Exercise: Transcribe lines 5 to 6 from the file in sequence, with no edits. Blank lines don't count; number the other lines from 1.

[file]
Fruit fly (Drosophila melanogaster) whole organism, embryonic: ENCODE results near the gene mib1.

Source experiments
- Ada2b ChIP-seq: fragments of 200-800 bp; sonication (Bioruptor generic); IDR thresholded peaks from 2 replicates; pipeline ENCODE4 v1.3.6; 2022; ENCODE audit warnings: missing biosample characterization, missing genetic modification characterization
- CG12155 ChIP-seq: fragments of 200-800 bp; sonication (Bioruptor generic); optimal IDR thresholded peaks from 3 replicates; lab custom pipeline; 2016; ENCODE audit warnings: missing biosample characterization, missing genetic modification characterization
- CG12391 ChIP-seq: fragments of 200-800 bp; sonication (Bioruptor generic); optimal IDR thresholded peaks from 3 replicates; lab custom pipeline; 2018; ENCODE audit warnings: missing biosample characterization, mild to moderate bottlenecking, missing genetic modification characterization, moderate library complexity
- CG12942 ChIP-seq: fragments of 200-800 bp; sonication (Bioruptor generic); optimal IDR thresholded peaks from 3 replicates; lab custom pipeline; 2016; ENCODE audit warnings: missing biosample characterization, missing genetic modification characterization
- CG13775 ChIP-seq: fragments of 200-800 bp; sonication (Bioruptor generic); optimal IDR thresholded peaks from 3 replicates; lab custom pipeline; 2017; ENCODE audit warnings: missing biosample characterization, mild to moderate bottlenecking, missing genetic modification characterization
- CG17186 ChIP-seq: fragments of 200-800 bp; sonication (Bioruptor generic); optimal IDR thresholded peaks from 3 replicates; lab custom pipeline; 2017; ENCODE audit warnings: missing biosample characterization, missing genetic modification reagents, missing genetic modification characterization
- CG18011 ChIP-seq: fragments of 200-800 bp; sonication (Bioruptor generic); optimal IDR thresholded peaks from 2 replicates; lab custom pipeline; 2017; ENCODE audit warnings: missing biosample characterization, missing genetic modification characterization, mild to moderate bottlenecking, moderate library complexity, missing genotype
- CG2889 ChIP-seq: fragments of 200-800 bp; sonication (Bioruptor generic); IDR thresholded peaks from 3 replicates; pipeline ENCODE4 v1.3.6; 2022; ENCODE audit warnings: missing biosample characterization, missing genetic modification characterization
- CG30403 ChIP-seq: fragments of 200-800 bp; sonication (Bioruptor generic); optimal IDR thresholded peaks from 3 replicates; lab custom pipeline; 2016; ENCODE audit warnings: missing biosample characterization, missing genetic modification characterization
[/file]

- CG12391 ChIP-seq: fragments of 200-800 bp; sonication (Bioruptor generic); optimal IDR thresholded peaks from 3 replicates; lab custom pipeline; 2018; ENCODE audit warnings: missing biosample characterization, mild to moderate bottlenecking, missing genetic modification characterization, moderate library complexity
- CG12942 ChIP-seq: fragments of 200-800 bp; sonication (Bioruptor generic); optimal IDR thresholded peaks from 3 replicates; lab custom pipeline; 2016; ENCODE audit warnings: missing biosample characterization, missing genetic modification characterization